Kristin asked, “Do better ingredients make better cookies?” Yes! If you are spending the time to make holiday cookies, don’t scrimp on the quality of the ingredients. Here are some tips for baking better cookies:
- The temperature of the butter determines the texture of the cookie. Melted butter yields a thin and crisp cookie; cold butter results in a fluffier texture.
- Make sure that the butter and sugar are completely blended before adding any other ingredient. Depending on the temperature of the butter, this step can take 20 minutes.
- Many cookie doughs bake better if the dough rests in the refrigerator for at least 30 minutes and up to three days.
- I use unsalted butter because I like to control the amount of salt in the cookies. Even if the cookie recipe does not call for salt, I always add a 1/4 teaspoon because salt adds so much flavor.
- Try to buy raw, skinned nuts. Nuts lose flavor after they have been toasted. Often the skins on nuts — particularly hazelnuts and almonds — are so bitter that they change the flavor of the cookie. Skinning the nuts is a pain in the neck, but it is so important to get that beautiful green color of pistachios!
- For the best flavor, use whole spices, then grind right before using — such as nutmeg, allspice, cardamom, and cloves. Two spices are actually better bought as a ground powder: cinnamon and ginger.
- I am always generous with my most favorite flavor of vanilla extract and I use the best flavor of vanilla: Nielson-Massey vanilla extract. If the recipe calls for a teaspoon of vanilla, I add 1 1/2 teaspoons.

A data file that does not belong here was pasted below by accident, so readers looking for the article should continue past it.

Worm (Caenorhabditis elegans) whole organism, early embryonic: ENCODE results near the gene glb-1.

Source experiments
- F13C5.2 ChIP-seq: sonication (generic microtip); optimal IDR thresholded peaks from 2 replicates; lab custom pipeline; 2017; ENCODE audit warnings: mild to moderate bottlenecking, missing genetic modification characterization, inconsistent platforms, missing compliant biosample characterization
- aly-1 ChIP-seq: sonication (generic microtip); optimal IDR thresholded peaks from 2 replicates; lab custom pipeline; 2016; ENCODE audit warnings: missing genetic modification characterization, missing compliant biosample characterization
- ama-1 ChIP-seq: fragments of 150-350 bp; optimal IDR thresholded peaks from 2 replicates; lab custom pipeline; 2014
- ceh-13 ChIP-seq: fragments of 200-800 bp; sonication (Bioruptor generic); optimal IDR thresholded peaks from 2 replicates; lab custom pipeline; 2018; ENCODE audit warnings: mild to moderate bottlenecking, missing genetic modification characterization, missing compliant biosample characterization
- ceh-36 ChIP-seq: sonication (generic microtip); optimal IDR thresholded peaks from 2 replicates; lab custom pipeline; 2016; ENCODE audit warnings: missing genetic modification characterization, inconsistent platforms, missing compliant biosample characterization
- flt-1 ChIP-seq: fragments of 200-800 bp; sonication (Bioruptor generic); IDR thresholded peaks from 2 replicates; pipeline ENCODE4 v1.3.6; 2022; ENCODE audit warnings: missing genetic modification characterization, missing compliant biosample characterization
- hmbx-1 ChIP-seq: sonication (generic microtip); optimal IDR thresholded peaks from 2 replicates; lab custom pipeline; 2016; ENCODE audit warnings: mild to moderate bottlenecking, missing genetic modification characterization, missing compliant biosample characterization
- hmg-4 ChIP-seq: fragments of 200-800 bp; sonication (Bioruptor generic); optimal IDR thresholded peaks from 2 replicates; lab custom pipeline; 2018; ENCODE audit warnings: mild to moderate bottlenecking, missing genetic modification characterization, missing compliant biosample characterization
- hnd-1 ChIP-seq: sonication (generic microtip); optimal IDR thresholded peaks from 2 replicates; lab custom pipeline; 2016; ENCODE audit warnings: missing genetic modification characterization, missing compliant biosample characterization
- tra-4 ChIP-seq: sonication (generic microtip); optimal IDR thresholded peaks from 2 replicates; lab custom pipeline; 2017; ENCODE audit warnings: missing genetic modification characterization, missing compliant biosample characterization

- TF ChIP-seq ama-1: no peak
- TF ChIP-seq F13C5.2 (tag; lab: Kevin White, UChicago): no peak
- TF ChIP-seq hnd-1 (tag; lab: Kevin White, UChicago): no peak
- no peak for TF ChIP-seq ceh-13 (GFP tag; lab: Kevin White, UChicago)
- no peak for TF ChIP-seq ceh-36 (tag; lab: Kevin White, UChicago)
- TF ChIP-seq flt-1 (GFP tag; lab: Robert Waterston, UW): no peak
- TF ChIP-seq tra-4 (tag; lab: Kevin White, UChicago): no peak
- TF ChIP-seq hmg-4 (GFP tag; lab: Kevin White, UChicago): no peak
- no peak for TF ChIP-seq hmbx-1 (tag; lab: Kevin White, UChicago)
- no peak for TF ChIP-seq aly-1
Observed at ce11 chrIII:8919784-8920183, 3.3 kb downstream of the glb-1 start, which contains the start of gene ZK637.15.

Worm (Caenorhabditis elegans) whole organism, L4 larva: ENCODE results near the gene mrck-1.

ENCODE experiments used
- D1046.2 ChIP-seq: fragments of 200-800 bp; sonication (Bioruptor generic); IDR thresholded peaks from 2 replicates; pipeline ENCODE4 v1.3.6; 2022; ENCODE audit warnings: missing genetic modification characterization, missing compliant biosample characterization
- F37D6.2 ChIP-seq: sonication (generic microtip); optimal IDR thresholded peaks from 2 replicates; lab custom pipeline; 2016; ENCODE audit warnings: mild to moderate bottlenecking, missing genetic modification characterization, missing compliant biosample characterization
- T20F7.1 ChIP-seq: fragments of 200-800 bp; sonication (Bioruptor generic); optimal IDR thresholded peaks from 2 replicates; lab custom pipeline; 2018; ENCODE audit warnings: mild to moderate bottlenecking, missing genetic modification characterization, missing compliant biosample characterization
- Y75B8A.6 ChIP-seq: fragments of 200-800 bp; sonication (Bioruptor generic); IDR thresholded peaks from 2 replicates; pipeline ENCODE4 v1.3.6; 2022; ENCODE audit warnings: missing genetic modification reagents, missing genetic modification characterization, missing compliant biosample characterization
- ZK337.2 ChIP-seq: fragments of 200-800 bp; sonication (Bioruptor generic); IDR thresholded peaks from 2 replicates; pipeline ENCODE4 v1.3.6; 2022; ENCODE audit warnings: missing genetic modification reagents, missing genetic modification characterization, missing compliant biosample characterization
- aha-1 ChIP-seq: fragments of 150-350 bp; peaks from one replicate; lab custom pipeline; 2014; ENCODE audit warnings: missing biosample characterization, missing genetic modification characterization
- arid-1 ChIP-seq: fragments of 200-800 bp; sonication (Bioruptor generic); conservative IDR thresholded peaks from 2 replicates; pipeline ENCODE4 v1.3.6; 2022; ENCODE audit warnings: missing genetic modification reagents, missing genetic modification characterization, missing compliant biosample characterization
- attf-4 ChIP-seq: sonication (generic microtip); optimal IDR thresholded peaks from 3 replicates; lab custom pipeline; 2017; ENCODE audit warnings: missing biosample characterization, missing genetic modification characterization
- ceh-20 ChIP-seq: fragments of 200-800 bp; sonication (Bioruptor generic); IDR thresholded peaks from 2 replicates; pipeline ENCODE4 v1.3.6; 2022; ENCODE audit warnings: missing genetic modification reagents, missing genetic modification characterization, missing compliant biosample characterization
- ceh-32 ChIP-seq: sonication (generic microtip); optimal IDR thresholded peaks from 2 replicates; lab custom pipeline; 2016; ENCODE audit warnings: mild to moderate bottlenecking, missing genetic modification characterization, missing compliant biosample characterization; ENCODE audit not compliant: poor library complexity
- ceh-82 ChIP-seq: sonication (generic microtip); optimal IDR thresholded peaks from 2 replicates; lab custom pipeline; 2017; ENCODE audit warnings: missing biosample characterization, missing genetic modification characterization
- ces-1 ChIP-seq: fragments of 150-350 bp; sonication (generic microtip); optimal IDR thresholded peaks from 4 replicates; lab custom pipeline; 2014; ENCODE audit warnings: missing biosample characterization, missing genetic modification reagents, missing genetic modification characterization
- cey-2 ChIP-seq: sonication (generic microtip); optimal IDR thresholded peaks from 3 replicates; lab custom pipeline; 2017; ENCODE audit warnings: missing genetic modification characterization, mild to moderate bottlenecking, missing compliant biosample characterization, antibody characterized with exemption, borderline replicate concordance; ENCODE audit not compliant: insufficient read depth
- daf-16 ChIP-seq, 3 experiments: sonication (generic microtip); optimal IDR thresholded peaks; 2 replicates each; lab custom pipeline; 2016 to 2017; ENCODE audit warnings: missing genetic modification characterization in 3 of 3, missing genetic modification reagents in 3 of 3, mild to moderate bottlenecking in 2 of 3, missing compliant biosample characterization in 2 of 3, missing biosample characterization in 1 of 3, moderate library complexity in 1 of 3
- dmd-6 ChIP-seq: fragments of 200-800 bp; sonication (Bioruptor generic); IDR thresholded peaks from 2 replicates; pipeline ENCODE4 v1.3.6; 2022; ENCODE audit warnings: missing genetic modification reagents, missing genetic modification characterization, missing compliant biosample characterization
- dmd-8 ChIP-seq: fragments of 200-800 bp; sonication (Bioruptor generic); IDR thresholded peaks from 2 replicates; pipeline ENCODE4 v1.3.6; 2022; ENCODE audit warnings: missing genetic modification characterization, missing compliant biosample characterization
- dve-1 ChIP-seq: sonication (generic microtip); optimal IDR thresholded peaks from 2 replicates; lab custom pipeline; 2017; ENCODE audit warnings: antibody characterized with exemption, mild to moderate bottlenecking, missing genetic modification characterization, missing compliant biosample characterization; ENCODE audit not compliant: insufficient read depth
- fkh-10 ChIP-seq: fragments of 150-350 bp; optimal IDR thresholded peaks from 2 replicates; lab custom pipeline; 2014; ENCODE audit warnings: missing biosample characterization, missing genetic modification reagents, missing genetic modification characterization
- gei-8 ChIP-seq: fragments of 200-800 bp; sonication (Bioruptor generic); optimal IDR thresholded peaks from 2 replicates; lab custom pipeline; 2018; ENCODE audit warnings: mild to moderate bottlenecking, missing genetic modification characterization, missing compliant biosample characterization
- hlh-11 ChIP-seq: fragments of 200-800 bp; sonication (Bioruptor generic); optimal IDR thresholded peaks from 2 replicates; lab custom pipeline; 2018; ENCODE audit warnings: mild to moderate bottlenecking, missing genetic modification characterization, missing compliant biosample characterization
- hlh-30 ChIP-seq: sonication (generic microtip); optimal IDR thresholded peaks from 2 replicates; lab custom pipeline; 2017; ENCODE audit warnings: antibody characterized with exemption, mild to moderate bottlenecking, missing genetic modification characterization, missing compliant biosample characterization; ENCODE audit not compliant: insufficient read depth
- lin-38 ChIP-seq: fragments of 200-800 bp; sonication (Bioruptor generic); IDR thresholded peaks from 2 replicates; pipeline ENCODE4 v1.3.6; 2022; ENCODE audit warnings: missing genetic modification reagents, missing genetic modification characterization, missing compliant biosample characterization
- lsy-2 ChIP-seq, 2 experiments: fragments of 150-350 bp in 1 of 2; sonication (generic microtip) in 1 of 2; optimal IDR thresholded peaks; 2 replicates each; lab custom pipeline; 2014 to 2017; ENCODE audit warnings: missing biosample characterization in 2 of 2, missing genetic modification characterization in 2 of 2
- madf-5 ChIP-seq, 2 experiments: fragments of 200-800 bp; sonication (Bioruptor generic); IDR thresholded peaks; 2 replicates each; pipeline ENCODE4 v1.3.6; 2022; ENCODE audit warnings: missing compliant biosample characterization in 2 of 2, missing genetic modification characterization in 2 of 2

- For an extra delicious flavor, roll the warm cookies in vanilla sugar. I grind up a whole vanilla bean with two cups of sugar in a food processor. Fresh vanilla sugar is irresistibly good.
- Lightly measure the flour, but pack the brown sugar.
- Lining the cookie sheets really makes a huge difference for the baker and potwasher, and the cookies look better because they slide off the sheet so easily. Parchment liners are excellent, but silicone mats are even better for sticky cookies like lace cookies, florentines, tuiles, pralines, and macaroons.
- Keep cookies in an air-tight container and not in the refrigerator.
Most cookies are simply made of butter, sugar, eggs, nuts, spices, flour, and maybe chocolate. If one of those ingredients does not taste delicious, your baked cookie will not taste delicious. Taste or smell every ingredient before using. Oh, and buy a new jar of baking powder, because old baking powder does lose its oomph.